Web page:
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When a company experiences an incident, especially if the incident was severe or particularly damaging, it’s natural for leadership to want to provide a quick response to show the workforce they’re involved and doing something.
These responses will often include bulking up existing programs or policies by adding additional protocols or processes under the guise that more regulation will result in fewer repeat incidents. In fact, regardless of which industry you work in or what kind of work you do, there’s probably a good chance that many of the protocols or procedures you use every day came about as the result of an incident event of some sort.
The question that remains however is, are these administrative controls really enough to prevent incidents from recurring? For administrative controls like this to be effective at preventing incidents, they not only have to cover all the bases but they also have to account for the limits of human behavior and human nature—which we all know can be a large fly in the ointment.
One very famous example that does a good job of illustrating the true effectiveness of administrative controls at preventing future incidents would be the government’s response to the corporate financial scandals at Enron and WorldCom. In response to these massive cases of fraud, the government passed the Sarbanes-Oxley Act of 2002 which included strict accounting and reporting controls for publicly traded companies. These controls were designed to not only provide protection and security to the shareholders investing in and funding publicly traded companies, but it also made it harder for publicly traded companies to engage in fraud.
Now, while the Sarbanes-Oxley Act was instrumental at helping to prevent future cases of fraud within publicly traded companies, it wasn’t a complete solution because it didn’t include privately held companies. This left a large chunk of US companies vulnerable to people like Bernard Madoff who despite Sarbanes-Oxley, was still able to commit the largest financial fraud in U.S. history, bilking billions of dollars from unsuspecting investors.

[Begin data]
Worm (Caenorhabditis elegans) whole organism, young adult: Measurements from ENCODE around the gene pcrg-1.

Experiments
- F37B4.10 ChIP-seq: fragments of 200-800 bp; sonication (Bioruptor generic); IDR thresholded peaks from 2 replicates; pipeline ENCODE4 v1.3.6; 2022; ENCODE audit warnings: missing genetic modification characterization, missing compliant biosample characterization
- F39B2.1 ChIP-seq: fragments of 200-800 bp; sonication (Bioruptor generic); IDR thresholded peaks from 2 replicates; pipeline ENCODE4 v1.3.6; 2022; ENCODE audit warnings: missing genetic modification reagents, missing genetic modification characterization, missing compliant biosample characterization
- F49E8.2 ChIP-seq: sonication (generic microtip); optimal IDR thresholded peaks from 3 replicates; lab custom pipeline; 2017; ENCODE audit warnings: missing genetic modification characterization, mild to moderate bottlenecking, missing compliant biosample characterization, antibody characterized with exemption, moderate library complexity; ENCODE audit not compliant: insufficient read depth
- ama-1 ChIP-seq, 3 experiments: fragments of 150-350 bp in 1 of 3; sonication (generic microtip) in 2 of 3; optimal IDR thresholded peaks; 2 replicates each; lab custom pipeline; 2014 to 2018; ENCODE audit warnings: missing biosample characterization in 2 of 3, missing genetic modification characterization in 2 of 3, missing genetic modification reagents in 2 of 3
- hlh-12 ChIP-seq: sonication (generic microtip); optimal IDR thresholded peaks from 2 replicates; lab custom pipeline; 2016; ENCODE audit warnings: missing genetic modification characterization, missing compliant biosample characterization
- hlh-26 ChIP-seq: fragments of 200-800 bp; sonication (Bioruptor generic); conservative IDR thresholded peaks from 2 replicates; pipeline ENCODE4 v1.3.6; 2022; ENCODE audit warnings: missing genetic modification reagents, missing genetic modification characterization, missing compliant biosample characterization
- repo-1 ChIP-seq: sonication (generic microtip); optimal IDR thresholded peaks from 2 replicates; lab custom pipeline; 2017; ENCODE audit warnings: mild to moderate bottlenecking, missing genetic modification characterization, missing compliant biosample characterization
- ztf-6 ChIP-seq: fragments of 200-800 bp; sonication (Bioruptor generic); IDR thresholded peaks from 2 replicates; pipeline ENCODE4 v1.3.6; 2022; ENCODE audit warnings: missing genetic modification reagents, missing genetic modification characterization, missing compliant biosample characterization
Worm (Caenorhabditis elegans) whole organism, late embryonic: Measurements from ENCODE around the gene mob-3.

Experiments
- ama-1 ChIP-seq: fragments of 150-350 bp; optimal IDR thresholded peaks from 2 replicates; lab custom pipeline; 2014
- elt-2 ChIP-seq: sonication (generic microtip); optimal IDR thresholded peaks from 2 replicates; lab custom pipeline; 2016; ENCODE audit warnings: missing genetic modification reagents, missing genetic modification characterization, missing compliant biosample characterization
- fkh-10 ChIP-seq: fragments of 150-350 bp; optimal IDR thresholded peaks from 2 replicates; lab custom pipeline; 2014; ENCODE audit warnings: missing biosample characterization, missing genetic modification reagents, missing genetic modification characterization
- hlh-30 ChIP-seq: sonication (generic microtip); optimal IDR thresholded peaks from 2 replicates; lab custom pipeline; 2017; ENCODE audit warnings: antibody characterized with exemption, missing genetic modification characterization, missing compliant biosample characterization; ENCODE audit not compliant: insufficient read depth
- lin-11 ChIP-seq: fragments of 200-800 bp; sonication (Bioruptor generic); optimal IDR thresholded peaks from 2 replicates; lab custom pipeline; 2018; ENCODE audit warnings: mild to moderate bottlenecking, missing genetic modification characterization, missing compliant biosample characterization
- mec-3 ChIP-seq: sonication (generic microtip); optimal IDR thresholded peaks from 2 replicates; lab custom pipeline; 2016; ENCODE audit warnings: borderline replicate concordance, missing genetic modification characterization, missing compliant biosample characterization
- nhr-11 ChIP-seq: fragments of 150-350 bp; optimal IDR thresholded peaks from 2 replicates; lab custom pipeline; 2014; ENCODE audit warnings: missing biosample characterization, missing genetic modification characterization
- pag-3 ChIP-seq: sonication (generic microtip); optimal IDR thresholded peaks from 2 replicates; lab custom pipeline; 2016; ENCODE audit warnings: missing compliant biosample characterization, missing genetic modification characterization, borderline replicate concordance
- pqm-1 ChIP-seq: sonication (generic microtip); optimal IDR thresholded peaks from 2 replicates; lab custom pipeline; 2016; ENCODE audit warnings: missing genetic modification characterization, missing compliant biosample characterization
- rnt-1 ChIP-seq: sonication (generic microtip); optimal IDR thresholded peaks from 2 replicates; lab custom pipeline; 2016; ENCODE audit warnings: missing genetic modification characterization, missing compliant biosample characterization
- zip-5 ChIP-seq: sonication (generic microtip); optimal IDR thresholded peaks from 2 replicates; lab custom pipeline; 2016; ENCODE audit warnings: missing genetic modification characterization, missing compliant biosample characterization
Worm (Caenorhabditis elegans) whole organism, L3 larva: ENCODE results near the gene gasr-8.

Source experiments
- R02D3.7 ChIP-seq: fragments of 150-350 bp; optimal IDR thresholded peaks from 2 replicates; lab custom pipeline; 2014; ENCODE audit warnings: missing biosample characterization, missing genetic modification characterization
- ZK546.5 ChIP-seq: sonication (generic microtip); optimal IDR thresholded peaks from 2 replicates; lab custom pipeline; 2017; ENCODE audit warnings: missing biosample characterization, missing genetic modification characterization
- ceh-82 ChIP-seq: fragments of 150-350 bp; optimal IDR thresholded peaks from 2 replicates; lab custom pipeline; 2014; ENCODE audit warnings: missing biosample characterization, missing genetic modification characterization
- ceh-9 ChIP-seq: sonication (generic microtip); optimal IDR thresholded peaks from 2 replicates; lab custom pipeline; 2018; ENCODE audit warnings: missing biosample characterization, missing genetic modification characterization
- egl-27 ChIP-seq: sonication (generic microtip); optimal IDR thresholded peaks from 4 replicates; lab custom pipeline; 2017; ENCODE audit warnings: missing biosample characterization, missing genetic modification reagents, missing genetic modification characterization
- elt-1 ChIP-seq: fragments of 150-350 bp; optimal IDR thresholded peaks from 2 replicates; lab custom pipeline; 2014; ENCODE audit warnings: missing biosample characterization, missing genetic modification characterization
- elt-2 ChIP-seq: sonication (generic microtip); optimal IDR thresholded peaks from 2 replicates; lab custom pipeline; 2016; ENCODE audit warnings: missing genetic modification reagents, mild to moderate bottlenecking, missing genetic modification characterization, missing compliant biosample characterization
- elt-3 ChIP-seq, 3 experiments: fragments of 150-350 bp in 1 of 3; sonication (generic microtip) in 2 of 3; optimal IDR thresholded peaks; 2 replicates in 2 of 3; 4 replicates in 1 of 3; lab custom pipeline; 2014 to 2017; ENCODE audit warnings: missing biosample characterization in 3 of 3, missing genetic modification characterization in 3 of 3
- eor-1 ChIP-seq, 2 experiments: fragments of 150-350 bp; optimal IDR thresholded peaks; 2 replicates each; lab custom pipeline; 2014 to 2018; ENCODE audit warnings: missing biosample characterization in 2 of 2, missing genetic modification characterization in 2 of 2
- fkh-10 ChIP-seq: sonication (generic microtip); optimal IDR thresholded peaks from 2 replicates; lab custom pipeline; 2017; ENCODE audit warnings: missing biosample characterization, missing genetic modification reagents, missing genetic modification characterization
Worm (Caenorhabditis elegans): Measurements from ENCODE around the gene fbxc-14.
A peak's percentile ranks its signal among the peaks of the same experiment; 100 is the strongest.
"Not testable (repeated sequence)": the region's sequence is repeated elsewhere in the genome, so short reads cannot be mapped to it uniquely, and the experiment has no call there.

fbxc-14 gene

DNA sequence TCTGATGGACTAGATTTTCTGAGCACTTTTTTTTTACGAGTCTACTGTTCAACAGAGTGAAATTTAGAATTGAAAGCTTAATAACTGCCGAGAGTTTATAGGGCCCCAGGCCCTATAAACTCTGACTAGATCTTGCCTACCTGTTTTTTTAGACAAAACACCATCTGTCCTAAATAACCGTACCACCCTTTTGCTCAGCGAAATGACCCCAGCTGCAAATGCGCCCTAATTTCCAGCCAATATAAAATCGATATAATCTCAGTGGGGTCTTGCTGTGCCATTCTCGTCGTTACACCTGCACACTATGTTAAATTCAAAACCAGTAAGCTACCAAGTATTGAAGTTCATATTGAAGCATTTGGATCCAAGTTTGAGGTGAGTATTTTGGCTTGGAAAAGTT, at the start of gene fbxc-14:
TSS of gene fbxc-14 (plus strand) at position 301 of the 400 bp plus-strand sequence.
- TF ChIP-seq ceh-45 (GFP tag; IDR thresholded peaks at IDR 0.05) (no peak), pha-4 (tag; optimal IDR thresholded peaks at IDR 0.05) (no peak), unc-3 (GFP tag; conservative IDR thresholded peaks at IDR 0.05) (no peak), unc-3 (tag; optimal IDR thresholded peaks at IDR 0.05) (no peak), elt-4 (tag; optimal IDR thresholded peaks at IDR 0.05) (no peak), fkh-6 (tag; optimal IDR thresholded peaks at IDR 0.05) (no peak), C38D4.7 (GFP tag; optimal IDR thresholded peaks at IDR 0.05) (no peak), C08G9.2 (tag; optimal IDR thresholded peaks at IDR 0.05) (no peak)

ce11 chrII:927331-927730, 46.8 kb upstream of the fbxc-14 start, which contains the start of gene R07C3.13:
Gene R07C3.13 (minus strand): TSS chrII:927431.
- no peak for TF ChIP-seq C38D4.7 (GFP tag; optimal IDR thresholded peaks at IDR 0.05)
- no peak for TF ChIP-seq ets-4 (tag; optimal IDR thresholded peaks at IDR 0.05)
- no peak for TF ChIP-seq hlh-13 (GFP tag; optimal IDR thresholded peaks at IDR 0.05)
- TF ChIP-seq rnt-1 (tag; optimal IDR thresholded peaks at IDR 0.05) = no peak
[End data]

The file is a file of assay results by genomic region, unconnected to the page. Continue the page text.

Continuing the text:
This example really illustrates how even the best administrative controls can sometimes fall short of being a complete solution for preventing future incidents. So, what else could be included alongside administrative controls that would provide a more complete solution?
The answer is much simpler than you might think! Read on to learn about our new software module and how using lessons learned can work for you.
At some point in most people’s lives, they’ve either made this comment or heard someone else say it and it’s pretty much guaranteed that the context in which it was uttered was probably not as the result of something positive. But, whatever the lesson was, it was probably a valuable component in the quest to prevent that incident from happening again—because learning from our mistakes is how we get better. It’s how we evolve and improve.
Not convinced? Think about the last time you investigated an incident. During the investigation there were probably several “ah ha” moments that were uncovered or revealed throughout the investigative process. These were the moments that caused you to sit back in your chair and say “Lesson learned!” –and they are some of the most important moments that take place during an investigation. These moments are so important because they provide specific instructions for everyone who will perform the same task in the future—with examples!